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I was shooting my wife's LC9s this weekend and had an issue I'm not too familiar with. Hopefully someone here can help.

The casing being extracted would run into the round being chambered. I should have taken a picture, but imagine something that looks a little like a double feed, with both rounds jammed together tightly, except the round on top is the spent casing going out and the bottom is the new round going in.

This happened 4 or 5 times, with two different magazines over 80 rounds. Clearing it wasn't too hard: drop the mag and wrestle with the slide until the jam broke free. But I hate the idea that my wife has to deal with this, and I'd hate to be the one who had to figure it out under stress.

I'm sure I'm not the first to come across this, I'm just not sure what it's called or what's causing it. Thanks in advance for your help.
 

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Greetings from Ohio and welcome to the forum. With the LC9s and EC9s the grip is important like all firearms. Practice with firm grip to avoid limp wrist issues. If you determine your issue persists with proper grip and hold call Ruger customer service they are good. The search on this forum is a good one and others have covered your issue(s) here. Good luck to you and practice/practice/practice. Others here are more knowing than I and they may chime in.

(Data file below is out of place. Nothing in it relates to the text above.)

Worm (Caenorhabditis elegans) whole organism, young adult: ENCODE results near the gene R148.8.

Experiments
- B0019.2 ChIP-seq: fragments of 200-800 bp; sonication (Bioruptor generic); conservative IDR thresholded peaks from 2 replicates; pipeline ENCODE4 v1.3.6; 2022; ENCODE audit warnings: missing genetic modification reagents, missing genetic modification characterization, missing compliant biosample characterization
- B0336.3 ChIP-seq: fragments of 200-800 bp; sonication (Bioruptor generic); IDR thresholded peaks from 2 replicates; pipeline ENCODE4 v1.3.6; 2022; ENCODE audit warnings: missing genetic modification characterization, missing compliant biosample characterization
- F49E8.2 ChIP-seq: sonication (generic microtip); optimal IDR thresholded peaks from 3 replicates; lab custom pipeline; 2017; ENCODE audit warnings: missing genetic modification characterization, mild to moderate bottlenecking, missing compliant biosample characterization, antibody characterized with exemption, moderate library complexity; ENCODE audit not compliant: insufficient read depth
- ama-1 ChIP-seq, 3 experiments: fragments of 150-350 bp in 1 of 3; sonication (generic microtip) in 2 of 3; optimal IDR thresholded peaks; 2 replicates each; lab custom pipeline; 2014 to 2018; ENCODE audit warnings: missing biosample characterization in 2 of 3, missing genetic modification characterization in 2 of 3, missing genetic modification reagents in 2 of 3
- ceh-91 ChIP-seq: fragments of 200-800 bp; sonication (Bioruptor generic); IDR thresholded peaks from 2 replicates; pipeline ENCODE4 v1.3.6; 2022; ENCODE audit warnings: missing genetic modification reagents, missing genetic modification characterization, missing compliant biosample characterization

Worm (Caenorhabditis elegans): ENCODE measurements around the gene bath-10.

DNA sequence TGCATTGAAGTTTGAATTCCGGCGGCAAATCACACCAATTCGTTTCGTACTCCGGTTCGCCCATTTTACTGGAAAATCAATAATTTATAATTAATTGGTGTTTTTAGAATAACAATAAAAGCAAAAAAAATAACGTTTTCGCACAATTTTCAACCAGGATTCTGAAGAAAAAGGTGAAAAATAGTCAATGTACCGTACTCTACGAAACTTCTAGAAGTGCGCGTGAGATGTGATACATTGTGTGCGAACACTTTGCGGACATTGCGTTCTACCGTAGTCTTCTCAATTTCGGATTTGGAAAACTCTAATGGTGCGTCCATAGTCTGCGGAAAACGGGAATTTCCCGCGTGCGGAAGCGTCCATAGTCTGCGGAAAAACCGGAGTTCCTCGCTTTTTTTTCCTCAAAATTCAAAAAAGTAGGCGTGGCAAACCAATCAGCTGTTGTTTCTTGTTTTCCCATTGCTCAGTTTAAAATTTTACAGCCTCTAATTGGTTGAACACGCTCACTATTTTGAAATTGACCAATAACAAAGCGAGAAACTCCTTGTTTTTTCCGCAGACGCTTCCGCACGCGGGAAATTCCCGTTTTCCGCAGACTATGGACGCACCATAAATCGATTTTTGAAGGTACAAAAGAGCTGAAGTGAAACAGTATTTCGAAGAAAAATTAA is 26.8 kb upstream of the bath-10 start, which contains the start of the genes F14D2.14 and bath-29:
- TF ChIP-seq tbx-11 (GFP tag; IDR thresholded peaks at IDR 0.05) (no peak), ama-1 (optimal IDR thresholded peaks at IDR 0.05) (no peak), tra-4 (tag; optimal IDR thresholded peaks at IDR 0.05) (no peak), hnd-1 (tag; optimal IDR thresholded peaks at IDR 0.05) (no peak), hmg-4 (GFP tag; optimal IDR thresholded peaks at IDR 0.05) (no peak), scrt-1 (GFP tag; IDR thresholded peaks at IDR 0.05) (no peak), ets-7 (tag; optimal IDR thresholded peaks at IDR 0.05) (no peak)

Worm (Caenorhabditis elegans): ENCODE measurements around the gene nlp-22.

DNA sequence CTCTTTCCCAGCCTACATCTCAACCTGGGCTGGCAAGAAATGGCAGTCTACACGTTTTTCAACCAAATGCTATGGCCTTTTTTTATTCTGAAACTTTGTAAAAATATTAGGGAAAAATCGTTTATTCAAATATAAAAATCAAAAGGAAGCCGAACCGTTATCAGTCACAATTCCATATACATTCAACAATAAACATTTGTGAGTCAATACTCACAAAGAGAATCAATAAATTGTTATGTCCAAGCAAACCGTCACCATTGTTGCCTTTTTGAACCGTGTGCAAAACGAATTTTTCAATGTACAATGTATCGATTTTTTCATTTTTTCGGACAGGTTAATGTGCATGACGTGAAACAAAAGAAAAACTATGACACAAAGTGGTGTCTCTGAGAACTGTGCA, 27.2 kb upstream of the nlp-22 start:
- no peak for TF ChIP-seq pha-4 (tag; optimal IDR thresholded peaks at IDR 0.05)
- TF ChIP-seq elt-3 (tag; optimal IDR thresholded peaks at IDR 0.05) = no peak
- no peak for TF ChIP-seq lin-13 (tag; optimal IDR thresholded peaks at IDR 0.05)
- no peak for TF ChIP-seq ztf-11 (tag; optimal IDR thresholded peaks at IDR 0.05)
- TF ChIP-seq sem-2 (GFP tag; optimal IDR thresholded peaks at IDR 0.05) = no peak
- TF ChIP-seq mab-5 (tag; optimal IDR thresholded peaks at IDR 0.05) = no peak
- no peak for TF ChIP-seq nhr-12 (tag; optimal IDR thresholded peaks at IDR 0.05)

I used this ammo to test all ours.
Blazer Brass CCI 9mm 115gr. 1125fps FMJ
Blazer Brass CCI 9mm 124gr. 1090fps FMJ
American Eagle 9mm 124gr. fps 1150 FMJ
American Eagle 9mm 115gr. fps 1180 FMJ
Also bought a Hogues Handall Beefertail Grip Sleeve for the LC9/EC9s and it helped.
 

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Yup, limp wristing.

Small semi-auto handguns need a firm grip and locked wrist/elbow so that the resultant recoil is being fully used to eject the spent cartridge rather than getting absorbed by the shooter.
 

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Discussion Starter #5
Thank you, that is interesting. My entire career has been with large service pistols, so that's an interesting comparison.

You mentioned a lot of ammo. Could under powered ammo contribute to the problem? I brought cheap 9mm because I don't shoot that round normally. I though it could be a mechanical issue, but I never thought about my grip or the bullets.

I need to get her to the range and see if this happens to her. If this happens with smal pistols, maybe she'd be better off with a revolver. (Never been a big fan, but my friends who swear by them always talk about reliability. )